How to photograph bats in your backyard
Wildlife photographer and retired biologist Bill Bouton took these wonderful images of bats as they visited a backyard hummingbird feeder Here's how he did it.
Wed, Jan 08, 2014 at 09:05 AM
Bill Bouton may be retired from teaching college-level biology, but that only means he has more time to dedicate to his favorite hobby: photographing pretty much anything that breathes. With an unflagging interest in every living creature, he has turned to photography as a way of getting closer to wildlife. And that includes some midnight experiments in flash photography on bats that visit backyard hummingbird feeders.
Bouton recently created an amazing series of images of the nightly activity of the nectivorous lesser long-nosed bat (an IUCN-listed vulnerable species). This is one of the many species of bats that rely on nectar as a food source, and thus are important pollinators. But they don't always focus on flowers if there is another, easier food source available such as a hummingbird feeder left hanging up after sundown. In Madera Canyon, in the Santa Rita Mountains of southeastern Arizona, Bill discovered the nightly visitors and decided to train his lens on them.
Bouton explains how he captured these fantastic photos of these backyard bats — with a camera, a flash, and a remote trigger that makes taking pictures akin to playing a video game.
"I was visiting friends who were renting a house in the canyon for the month of April," Bouton says. "There were a dozen hummingbird feeders hanging from the eves just outside of a large, wrap-around porch. In the evenings, we would take down all of the feeders except one, because the bats would otherwise empty them all overnight. I’ve heard from other people living in southeastern Arizona that they have nectivorous bats at their feeders at night. Most of these folks have implied that the bats are pesky, in that they make messes when they spill sugar water, and that they cause the extra work of refilling feeders first thing in the morning (so that the early hummingbirds will have food when they arrive)."
Because there are only a few species of nectivorous bats native to the United States, Bouton knew he had an interesting opportunity on his hands.
"I used a Canon 7D single lens reflex camera, with a Canon 100-400mm lens, and a Canon 580 EX II flash with an attached Better Beamer flash extender. The Better Beamer is a very inexpensive device that slides onto the flash and focuses all the light on a small area of subject, rather than broadcasting it widely. Additionally I used a manual remote shutter release so that I could very quickly push the shutter button without jiggling the camera," Bouton says of his set-up.
"Never having done this sort of photography, I made a guess at settings and, luckily, all my shots turned out properly exposed and sharp. I set the camera on “manual” program, exposure at 1/2500 of a second, aperture at f/8, ISO 800. A light was shown on the feeder. The bats ignored me and the light and I was thus able to sit quite close to the feeder. My actual zoom setting with the 100-400mm was as short as only 135mm."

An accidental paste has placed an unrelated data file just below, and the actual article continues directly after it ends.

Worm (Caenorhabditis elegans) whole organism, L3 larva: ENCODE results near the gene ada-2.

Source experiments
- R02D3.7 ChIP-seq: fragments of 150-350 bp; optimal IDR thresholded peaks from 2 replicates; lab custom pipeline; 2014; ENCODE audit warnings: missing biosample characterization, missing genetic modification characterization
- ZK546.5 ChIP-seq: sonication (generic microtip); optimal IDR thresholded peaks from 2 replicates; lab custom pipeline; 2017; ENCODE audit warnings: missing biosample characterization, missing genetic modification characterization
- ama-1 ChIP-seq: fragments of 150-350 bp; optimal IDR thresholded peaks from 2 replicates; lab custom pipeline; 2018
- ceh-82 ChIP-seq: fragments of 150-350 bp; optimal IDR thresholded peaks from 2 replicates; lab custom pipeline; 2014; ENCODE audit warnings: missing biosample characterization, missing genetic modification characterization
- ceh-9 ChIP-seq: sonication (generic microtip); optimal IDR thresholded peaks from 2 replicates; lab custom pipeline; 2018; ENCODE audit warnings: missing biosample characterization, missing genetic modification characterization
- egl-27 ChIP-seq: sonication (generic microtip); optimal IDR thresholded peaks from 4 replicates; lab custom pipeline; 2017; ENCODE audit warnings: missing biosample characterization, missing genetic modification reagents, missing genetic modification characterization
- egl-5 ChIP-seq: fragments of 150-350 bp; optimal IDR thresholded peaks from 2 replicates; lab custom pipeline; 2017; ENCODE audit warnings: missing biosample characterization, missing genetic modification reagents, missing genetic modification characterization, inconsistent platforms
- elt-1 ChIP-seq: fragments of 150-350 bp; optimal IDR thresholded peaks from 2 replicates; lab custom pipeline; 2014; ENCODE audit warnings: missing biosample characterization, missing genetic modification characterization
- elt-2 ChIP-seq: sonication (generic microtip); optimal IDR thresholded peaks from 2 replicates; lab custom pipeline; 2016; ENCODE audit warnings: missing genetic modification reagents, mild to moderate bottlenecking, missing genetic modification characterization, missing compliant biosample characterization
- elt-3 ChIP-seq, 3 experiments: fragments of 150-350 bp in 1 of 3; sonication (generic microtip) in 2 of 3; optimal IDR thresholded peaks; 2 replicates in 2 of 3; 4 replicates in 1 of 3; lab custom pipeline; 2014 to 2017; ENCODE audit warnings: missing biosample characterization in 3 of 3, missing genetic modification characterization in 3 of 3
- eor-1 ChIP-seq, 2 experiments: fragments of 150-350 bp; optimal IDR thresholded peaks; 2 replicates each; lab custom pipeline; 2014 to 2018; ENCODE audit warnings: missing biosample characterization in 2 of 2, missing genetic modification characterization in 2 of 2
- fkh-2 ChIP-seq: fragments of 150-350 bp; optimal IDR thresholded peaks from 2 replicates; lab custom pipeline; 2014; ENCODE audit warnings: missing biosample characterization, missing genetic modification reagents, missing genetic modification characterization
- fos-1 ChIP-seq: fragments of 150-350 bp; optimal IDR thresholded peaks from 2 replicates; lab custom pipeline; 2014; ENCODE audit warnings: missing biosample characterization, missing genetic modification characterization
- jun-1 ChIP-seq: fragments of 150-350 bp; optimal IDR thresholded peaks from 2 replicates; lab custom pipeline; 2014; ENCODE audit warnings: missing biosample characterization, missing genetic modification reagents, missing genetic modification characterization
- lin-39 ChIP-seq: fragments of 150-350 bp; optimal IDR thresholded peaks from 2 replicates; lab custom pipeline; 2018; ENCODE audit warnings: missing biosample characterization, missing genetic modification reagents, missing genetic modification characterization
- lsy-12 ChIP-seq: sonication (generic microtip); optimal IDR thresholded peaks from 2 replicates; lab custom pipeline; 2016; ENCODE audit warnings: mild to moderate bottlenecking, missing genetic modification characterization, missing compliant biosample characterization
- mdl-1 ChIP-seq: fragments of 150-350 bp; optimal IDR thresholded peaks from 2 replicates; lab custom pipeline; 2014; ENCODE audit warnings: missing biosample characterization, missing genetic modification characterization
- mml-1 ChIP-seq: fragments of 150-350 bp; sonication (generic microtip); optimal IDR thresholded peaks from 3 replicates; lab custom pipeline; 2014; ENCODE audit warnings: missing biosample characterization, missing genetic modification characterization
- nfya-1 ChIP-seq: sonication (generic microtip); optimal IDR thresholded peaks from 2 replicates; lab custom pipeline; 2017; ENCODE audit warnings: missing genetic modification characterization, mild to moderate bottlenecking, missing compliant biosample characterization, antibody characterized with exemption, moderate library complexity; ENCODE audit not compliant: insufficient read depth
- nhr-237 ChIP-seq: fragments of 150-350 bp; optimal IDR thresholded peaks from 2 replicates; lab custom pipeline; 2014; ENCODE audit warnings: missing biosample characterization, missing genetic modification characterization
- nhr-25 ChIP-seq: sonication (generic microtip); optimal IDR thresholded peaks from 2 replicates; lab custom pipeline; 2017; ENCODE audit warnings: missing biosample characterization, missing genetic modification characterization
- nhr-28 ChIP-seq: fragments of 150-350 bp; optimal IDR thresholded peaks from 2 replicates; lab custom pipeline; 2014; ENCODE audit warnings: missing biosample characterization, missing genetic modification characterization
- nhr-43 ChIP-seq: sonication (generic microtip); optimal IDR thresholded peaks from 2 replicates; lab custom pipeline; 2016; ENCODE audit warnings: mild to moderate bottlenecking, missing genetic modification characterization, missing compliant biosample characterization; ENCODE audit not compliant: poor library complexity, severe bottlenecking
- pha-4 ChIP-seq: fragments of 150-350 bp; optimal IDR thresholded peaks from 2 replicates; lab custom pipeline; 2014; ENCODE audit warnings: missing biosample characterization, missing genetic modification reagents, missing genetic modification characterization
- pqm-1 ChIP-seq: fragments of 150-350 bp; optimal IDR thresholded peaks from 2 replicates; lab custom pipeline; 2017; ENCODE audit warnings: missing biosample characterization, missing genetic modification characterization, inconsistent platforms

Sitting on a porch at night waiting for a bat to zoom into the light, and pressing a remote trigger fast enough to capture an image before the bat takes a sip and zooms away, is a wildlife photographer's version of Whack-a-Mole or Duck Hunt -- simultaneously challenging, frustrating, and certainly entertaining enough to make looking through the images you captured feel like opening presents on Christmas morning.
"It was great fun photographing these bats. It took a short while to become quick enough with my trigger finger, since each bat spent only a second or less at the feeder. But, at least for a while after dark set in, there were quite a few individuals and the feeder was seldom unattended. I could tell that I was getting shots I wanted simply by occasionally stopping to look at a few of the images on the LCD on the back of the camera."
The possibility of trying this again, perhaps with other species of bats, is on Bouton's radar. "If I were serious about doing this again, I’d use a different style of feeder that I could hide within real flowers to hopefully have a more realistic result."
As mentioned earlier, nectivorous bats are important pollinators. Pollen is dusted onto the bats' fur as they travel from flower to flower during their feeding activity. "Notice that, in at least one of the images, the bat is colored quite yellow," Bouton says. "This is pollen, perhaps from agave blooms in the desert below the canyon where these images were made."
If you have nectivorous bats in your area, give this photography strategy a try and see what amazing images you can capture! Meanwhile, see more of Bouton's wildlife photography on his Flickr photostream.
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